The Massachusetts estate tax is a little-understood tax that impacts middle-class families in our fair state every year. If you live (and die) in Massachusetts and own a home, a retirement account, and a life insurance policy, there is a good chance that your “estate” is large enough to be subject to estate tax. Here are answers to five common questions about the Massachusetts estate tax.
- What is the estate tax and when do I pay it? The good news is that you will never have to pay an estate tax, but your estate will. The estate tax is a one-time tax due on the value of your taxable estate calculated as of the date of your death. An estate tax is payable by your estate before estate assets are distributed to your heirs. This is different from an inheritance tax, where the heirs pay the tax rather than the estate. Your taxable estate consists of all of the assets owned by you (your home, your bank and investment accounts, your retirement accounts) and assets that you can’t necessarily use when you are alive, but that you are able to control the distribution of at your death (think term life insurance). From now until at least 2025 (when the current federal estate tax law sunsets), your estate will not owe a federal estate tax unless your taxable estate is worth more than $11 million ($22 million combined for you and your spouse). However, the Massachusetts estate tax threshold is considerably lower. If your taxable estate (including any taxable gifts made during your lifetime) totals $1 million or more, your estate must file a Massachusetts estate tax return and you may owe Massachusetts estate tax. The return must be filed and the tax paid within 9 months from the date of your death.
- How much estate tax will my estate have to pay? Massachusetts estate tax brackets range from 0.8% to 16% (for estates over $10 million). The estate tax is computed in graduated rates based on the total value of the estate. In general, an estate of $1.1 million will pay about $40,000 in Massachusetts estate tax; an estate of $2 million will pay about $100,000 of tax; an estate of $5 million will pay about $400,000.
- Are there deductions available to reduce the estate tax? Like the income tax, there are deductions available to reduce the value of your estate that is subject to tax. The two largest are the unlimited marital and charitable deductions that allow any and all assets left to your spouse or to charity to pass free of estate tax. Deductions are also available for funeral expenses, estate administration expenses, and debts (mortgages, car loans, credit card debt, income taxes, etc.) owed by you at the time of your death.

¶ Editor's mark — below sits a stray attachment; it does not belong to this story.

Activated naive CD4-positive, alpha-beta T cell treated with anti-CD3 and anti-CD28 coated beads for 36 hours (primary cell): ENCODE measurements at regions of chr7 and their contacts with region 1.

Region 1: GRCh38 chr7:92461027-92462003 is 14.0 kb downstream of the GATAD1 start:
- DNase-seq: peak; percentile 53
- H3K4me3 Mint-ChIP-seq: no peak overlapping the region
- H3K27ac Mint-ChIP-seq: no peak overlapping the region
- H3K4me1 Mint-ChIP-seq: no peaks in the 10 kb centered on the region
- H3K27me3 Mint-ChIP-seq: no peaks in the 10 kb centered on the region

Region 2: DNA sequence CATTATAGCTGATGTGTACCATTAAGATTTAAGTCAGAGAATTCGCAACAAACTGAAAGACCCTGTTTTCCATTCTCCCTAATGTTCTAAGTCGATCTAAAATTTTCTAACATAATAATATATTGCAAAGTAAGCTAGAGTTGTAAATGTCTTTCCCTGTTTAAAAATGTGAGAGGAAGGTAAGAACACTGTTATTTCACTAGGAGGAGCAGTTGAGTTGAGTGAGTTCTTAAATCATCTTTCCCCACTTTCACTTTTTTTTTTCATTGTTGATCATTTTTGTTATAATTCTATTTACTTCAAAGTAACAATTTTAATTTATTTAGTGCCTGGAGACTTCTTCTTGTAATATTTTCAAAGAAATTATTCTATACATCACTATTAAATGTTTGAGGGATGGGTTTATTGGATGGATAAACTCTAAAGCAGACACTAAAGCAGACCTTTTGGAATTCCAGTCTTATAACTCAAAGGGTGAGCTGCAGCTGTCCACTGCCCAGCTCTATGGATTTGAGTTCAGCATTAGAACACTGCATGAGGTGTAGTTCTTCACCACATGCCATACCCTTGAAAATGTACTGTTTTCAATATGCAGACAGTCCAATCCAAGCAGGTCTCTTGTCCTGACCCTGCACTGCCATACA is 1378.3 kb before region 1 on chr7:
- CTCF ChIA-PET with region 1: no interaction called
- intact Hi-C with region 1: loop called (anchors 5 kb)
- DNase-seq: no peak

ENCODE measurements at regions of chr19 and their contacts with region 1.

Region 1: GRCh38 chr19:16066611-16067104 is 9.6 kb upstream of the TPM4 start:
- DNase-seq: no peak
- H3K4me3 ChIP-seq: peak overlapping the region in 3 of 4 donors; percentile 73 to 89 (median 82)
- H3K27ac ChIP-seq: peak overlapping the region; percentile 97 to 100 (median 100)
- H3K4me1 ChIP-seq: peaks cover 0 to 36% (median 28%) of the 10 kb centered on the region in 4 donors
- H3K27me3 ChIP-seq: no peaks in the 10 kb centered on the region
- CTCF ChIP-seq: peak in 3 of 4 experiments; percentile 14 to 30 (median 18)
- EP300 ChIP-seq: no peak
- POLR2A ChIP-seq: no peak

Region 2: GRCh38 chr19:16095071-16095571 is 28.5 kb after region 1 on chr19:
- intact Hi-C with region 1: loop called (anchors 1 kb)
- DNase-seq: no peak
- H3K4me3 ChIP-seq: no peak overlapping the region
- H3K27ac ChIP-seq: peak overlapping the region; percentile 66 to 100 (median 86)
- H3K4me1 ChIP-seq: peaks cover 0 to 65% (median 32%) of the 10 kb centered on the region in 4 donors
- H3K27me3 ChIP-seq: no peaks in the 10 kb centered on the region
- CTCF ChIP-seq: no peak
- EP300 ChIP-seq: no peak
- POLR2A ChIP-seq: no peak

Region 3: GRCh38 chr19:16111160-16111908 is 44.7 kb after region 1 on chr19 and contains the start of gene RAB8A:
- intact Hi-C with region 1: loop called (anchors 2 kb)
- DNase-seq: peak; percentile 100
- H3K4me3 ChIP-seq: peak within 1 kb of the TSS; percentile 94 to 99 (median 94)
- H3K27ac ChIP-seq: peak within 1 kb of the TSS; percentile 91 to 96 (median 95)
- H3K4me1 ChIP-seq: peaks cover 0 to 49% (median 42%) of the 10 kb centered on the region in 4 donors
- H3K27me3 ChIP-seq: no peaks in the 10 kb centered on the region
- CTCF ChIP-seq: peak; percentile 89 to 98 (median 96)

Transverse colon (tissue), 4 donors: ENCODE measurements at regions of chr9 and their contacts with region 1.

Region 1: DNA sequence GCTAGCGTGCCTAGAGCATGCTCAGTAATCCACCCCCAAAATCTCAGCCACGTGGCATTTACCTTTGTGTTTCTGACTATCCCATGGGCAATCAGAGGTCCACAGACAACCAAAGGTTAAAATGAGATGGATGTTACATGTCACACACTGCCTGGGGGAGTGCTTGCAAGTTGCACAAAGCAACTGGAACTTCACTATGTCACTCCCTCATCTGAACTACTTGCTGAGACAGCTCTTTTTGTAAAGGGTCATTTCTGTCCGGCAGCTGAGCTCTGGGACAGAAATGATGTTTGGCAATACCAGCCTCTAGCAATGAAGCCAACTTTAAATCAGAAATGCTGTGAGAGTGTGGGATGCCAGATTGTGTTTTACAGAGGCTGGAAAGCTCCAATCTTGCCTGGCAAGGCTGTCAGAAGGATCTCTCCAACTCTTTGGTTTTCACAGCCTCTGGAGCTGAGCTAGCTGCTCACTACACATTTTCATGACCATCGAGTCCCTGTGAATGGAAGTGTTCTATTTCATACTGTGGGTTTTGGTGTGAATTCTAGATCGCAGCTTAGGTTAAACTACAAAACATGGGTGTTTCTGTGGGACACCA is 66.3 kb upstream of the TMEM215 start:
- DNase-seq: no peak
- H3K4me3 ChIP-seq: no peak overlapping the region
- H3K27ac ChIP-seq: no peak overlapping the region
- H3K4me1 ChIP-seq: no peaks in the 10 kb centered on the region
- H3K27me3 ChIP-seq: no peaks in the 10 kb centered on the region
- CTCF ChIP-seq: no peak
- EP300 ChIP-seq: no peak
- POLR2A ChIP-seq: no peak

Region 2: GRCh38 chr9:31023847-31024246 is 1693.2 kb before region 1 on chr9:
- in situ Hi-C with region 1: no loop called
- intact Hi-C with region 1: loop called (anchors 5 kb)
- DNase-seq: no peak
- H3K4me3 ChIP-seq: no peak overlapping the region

- Can I give assets away to avoid paying estate tax? Giving away your assets during life will reduce the Massachusetts estate tax payable at your death. Making large gifts (over $15,000 per year per person in 2018) will likely not allow you to avoid filing an estate tax return if your estate is worth more than $1 million to begin with, which means that you will end up paying estate tax on the assets that you don’t give away, even if those assets are less than $1 million at the time of your death. The gifting rules and how they impact the estate tax are complex. You should seek advice before making large gifts if you are doing so for estate tax reduction purposes. Keep in mind that gifting to reduce the estate tax can end up having significant capital gain tax implications to the recipient if you are not thoughtful about the type of assets you give (like the family vacation home or highly appreciated stock) and the likely disposition of the asset by the recipient. In many cases the capital gain tax rates are higher than the estate tax rates.
- What can I do to save estate taxes at my death? Although avoiding the estate tax altogether is difficult if your estate is over $1 million, reducing the tax is not difficult with proper planning. One tax planning strategy commonly used for married couples is to create Credit Shelter Trusts. In Massachusetts, these trusts are used to shelter up to $1 million of assets in trust for the benefit of the surviving spouse at the first spouse’s death. If properly drafted and funded, Credit Shelter Trusts can save $100,000 or more in Massachusetts estate tax at death. If you have a large life insurance policy that you intend to keep in place until your death, transferring that policy to a properly drafted and administered Irrevocable Trust can prevent the death benefit from being subject to estate tax at your death. Of course, taking a great vacation or spending your money in other ways is also a good way to reduce the amount of assets that will be subject to estate tax at death.
Take a moment and consider the value of the assets you own, and whether your estate will be subject to Massachusetts estate tax at your death. Don’t be so quick to say you are not worth $1 million – take the time to add up the value of your home, your bank and investment accounts, your retirement accounts, your life insurance, and anything else of value you may own. If you find your estate is over $1 million, speak to an experienced estate planning attorney about the planning steps you can take to reduce the tax your family will have to pay at your death. They’ll thank you for it.
Maria Baler, Esq. is an estate planning and elder law attorney and partner at Samuel, Sayward & Baler LLC, a law firm based in Dedham. She is also a former director of the Massachusetts Chapter of the National Academy of Elder Law Attorneys (MassNAELA). For more information, visit www.ssbllc.com or call (781) 461-1020. This article is not intended to provide legal advice or create or imply an attorney-client relationship. No information contained herein is a substitute for a personal consultation with an attorney.
© 2018 Samuel, Sayward & Baler LLC